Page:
Technology is transforming virtually every sector of business, regardless of company size, industry or geography. As CEOs begin to realize the strategic impact that IT has on the entire business, their expectations from CIOs are increasing dramatically.

Research by the Harvard Business Review found that, more than ever before, CEOs and CIOs are at odds over the role of IT in an ever-changing tech-driven business environment. Many CEOs believe that CIOs are not in sync with the current issues companies face, and on the other side, CIOs do not understand where the business is going or how to best support strategic goals.

Below are some key findings highlighting the clash between CEOs and CIOs:

  • Almost 50% of CEOs negatively rate their CIOs in terms of understanding the business and how to apply IT to the business in new ways.
  • Only 25% of executives feel their CIO was performing above his or her peers.
  • 57% expect the IT function to change significantly in the next three years, with 12% predicting a complete overhaul of IT.
  • Almost half of CEOs feel IT should be a “commodity service” purchased as needed.

At the same time, CEOs are demanding more visible value from their CIOs:

  • Generating revenue, gaining new customers, and increasing customer satisfaction.
  • Less focus on developing technology, more focus on innovation and transformation.
  • Responsibility for technology that accelerates competition and maximizes opportunities.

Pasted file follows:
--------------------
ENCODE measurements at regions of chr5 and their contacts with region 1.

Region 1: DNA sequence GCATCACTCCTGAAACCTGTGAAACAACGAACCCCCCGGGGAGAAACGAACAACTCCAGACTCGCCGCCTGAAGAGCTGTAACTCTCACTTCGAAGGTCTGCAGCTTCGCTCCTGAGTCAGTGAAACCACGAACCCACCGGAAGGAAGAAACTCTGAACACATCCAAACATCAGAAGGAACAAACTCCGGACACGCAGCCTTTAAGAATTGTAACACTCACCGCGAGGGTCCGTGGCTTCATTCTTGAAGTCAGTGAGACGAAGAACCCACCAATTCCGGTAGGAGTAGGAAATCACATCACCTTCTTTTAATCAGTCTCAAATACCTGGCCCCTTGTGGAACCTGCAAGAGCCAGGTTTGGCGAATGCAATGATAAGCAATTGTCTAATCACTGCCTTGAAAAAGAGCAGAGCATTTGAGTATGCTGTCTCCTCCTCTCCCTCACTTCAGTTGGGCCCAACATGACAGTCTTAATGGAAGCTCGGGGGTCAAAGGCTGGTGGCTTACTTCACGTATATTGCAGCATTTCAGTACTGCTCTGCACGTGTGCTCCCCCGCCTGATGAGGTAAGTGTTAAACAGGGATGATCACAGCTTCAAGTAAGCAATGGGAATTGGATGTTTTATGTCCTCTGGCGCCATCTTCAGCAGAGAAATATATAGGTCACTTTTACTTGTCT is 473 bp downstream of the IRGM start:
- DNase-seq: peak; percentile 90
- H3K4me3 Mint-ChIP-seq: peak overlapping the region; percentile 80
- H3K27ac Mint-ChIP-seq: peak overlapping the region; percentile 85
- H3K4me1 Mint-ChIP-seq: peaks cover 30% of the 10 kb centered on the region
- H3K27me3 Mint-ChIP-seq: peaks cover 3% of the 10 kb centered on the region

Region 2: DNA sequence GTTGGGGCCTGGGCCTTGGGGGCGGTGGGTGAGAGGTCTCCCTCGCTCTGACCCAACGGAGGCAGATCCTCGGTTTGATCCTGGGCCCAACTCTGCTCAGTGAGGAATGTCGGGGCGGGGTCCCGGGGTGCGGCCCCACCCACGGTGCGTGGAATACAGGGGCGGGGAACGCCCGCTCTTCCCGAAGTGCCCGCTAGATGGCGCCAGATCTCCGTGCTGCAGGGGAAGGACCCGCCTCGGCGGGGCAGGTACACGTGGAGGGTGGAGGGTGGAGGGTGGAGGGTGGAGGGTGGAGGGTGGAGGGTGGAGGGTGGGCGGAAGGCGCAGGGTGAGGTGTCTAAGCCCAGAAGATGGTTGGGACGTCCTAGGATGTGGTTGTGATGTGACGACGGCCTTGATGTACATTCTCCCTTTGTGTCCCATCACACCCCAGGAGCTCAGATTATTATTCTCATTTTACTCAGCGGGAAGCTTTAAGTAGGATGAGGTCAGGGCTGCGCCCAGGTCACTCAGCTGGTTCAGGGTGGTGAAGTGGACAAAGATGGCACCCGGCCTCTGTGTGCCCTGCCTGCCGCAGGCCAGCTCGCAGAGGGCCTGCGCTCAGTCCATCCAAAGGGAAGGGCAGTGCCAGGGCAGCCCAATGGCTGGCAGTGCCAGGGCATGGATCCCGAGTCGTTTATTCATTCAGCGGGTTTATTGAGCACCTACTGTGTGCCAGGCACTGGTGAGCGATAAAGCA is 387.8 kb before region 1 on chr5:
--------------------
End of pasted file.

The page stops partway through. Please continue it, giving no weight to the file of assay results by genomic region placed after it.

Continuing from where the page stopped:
With all the challenges facing CIOs, they risk being marginalized if they don’t adapt. So the question becomes: How can CIOs drive business innovation?

While there are no set answers to this question, HBR compiled some good suggestions from CIOs at highly respected companies:

  • Don’t talk IT; talk business — According to Newport News Shipbuilding’s CIO Leni Kaufman, IT professionals should actively get involved in business conversations, rather than speaking exclusively on IT issues all the time. This approach demonstrates understanding of the business side and affects the way a CEO views and interacts with a CIO.
  • Rely on top talent to carry out the IT agenda — Tim Theriault, CIO of Walgreens, said that in order to align priorities to the CEO’s vision, you need to have an outstanding team to execute the IT agenda exceptionally well, freeing up the CIO to focus on continuous improvement and innovation.   
  • Be a compassionate contrarian — This is an essential skill that every tech leader should have, suggested Gary Hamel, one of the world’s most influential business thinkers. Essentially,  CIOs should always have the courage to look at things from a different angle, keep asking if there’s a better way, and show compassion so people realize that it’s not about fighting from the IT perspective, but about “working from the customer backwards” for the biggest impact.

At Caspio, we enable both business users and IT professionals to implement technology projects, so we continuously witness how aligning business goals and tech innovation can yield game-changing results. Caspio’s business productivity platform is designed with this vision in mind, with companies of all sizes successfully leveraging the platform to deliver tangible business results in a timely and innovative way.

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